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Amifostine for salivary glands in high‐dose radioactive iodine treated differentiated thyroid cancer

Thyroid cancer is the most common malignancy of the endocrine system consisting of several subtypes like papillary carcinoma (accounting for 80% of cases) and follicular carcinoma (accounting for 11% of cases). These are collectively referred to as 'differentiated thyroid cancer'. Treatment with radioactive iodine after surgery (ablation of the thyroid gland or 'thyroidectomy') is important for the detection of metastatic disease and for the destruction of the remaining thyroid tissue with microscopic cancer. After radioactive iodine treatment, adverse effects may happen in the salivary glands and cause salivary gland swelling and pain, usually involving the parotid. The symptoms may develop immediately after a therapeutic dose of radioactive iodine or months later and progress in intensity with time. Secondary complications reported include dry mouth ('xerostomia') and taste alterations.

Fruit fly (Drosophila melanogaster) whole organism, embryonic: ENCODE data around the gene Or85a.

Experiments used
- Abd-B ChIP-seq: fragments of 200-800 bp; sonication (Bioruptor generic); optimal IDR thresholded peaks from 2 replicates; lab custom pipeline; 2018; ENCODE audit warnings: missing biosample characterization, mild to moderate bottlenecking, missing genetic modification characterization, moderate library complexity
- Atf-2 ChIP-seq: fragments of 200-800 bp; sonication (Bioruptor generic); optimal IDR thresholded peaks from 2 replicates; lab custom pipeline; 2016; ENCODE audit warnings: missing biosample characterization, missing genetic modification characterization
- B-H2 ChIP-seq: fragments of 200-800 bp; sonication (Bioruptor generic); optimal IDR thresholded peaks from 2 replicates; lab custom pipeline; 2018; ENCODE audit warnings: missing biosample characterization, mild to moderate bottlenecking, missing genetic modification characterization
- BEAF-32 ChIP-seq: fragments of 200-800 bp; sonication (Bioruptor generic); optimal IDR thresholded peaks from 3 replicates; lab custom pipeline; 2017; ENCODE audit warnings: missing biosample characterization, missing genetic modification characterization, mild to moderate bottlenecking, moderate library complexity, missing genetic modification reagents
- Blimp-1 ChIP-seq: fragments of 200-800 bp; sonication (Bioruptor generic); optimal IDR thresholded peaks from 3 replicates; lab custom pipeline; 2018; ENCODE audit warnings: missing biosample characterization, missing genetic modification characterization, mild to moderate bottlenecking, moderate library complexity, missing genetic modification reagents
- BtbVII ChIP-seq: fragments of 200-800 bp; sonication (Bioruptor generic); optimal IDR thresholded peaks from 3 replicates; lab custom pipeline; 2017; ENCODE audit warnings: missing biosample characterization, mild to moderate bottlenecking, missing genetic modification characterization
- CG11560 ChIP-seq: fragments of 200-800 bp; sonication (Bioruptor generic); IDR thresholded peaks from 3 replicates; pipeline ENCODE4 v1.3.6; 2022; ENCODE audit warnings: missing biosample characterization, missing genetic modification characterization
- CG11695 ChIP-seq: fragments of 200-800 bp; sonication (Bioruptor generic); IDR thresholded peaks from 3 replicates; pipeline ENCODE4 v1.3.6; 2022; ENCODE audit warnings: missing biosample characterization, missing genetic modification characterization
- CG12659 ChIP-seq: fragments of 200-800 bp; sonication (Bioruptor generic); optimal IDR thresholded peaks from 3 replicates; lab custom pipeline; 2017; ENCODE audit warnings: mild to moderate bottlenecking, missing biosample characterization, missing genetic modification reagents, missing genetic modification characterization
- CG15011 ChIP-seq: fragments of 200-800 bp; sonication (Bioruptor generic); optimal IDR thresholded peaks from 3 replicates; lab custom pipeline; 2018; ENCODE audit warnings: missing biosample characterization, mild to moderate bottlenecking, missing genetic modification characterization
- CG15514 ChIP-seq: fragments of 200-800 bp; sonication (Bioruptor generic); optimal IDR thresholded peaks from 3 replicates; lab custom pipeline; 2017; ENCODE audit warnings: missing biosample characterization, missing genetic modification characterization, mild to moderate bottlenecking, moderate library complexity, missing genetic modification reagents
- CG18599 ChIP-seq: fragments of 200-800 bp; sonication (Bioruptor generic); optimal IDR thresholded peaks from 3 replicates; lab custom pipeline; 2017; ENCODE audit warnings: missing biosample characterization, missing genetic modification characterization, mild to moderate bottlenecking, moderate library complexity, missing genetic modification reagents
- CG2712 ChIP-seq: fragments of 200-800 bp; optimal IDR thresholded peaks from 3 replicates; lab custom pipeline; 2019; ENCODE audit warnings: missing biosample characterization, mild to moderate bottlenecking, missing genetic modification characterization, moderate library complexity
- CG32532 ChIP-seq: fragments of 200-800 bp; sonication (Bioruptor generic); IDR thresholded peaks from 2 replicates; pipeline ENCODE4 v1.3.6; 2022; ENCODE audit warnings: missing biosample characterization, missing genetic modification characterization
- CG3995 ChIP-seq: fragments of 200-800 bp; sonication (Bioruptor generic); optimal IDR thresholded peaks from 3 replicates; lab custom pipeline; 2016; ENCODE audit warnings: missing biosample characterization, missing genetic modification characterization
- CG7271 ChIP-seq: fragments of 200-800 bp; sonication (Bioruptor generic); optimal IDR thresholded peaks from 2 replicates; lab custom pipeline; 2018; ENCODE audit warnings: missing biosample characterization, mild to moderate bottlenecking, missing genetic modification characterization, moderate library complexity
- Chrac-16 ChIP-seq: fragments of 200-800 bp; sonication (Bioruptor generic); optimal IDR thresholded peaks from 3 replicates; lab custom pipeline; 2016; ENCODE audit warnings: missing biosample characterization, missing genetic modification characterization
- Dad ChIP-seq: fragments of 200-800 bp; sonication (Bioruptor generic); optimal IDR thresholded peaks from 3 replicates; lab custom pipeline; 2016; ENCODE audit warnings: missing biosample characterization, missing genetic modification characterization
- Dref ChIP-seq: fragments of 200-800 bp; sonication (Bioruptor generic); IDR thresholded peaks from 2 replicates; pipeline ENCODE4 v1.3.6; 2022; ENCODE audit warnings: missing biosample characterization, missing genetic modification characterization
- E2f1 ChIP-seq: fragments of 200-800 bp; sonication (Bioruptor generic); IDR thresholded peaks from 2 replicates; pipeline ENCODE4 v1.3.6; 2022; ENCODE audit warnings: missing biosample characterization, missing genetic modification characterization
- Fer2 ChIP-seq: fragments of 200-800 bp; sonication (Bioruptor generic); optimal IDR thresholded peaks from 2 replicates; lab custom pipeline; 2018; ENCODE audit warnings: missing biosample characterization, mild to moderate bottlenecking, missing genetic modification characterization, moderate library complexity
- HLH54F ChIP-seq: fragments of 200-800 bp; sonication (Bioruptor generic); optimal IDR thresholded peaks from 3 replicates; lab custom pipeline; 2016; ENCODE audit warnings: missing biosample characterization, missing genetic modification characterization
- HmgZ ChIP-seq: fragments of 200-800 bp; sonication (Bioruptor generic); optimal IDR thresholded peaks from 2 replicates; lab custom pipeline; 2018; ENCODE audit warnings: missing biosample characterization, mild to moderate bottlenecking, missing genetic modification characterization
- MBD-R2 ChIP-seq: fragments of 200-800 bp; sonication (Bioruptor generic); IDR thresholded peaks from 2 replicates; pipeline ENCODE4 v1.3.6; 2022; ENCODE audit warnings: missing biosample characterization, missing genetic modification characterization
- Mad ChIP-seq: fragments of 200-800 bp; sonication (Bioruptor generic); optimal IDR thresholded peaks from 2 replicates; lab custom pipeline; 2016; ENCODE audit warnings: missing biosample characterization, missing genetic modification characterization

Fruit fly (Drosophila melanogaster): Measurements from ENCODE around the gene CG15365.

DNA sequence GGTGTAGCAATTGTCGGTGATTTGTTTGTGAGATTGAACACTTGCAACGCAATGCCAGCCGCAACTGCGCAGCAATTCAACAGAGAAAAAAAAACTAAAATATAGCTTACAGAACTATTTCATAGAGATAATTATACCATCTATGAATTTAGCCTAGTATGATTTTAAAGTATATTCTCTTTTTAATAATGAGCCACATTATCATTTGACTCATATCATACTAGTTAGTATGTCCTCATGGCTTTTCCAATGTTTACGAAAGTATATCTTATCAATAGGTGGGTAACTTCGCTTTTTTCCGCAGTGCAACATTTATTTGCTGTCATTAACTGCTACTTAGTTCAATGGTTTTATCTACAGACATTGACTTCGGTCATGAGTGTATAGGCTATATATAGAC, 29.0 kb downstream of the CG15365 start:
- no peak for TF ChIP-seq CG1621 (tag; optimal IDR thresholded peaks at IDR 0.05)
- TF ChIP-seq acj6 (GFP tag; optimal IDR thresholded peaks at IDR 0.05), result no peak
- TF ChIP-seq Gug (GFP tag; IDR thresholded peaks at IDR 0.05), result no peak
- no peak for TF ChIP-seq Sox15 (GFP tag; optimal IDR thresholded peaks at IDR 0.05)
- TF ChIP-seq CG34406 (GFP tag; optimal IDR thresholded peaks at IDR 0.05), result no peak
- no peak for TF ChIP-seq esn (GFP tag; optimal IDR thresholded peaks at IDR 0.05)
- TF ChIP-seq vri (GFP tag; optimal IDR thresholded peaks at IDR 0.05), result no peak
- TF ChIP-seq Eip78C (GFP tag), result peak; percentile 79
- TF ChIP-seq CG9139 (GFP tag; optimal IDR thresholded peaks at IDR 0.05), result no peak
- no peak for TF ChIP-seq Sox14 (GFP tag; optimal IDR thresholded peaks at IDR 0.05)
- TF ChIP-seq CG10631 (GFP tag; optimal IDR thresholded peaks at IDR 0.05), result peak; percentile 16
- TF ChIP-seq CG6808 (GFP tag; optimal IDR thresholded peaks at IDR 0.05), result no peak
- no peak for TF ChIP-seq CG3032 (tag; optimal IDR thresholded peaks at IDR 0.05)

Cochrane Database of Systematic Reviews: Plain Language Summaries [Internet] - John Wiley & Sons, Ltd.

Version: 2009

Thyroid Cancer Treatment (PDQ®): Patient Version

Expert-reviewed information summary about the treatment of thyroid cancer.

PDQ Cancer Information Summaries [Internet] - National Cancer Institute (US).

Version: August 17, 2016

Unusual Cancers of Childhood Treatment (PDQ®): Patient Version

Expert-reviewed information summary about the treatment of unusual cancers of childhood such as cancers of the head and neck, chest, abdomen, reproductive system, skin, and others.

PDQ Cancer Information Summaries [Internet] - National Cancer Institute (US).

Version: April 6, 2017

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